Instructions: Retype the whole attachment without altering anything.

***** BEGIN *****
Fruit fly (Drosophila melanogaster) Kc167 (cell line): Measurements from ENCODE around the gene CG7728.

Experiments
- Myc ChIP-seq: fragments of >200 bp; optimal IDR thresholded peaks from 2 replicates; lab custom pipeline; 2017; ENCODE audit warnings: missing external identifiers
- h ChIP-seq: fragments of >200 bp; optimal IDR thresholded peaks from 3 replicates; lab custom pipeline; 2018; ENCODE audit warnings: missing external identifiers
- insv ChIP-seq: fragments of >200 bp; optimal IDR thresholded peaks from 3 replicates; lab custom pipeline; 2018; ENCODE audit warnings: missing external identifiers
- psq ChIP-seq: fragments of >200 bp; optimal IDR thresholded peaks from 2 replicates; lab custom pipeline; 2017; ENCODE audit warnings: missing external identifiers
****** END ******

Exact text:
Fruit fly (Drosophila melanogaster) Kc167 (cell line): Measurements from ENCODE around the gene CG7728.

Experiments
- Myc ChIP-seq: fragments of >200 bp; optimal IDR thresholded peaks from 2 replicates; lab custom pipeline; 2017; ENCODE audit warnings: missing external identifiers
- h ChIP-seq: fragments of >200 bp; optimal IDR thresholded peaks from 3 replicates; lab custom pipeline; 2018; ENCODE audit warnings: missing external identifiers
- insv ChIP-seq: fragments of >200 bp; optimal IDR thresholded peaks from 3 replicates; lab custom pipeline; 2018; ENCODE audit warnings: missing external identifiers
- psq ChIP-seq: fragments of >200 bp; optimal IDR thresholded peaks from 2 replicates; lab custom pipeline; 2017; ENCODE audit warnings: missing external identifiers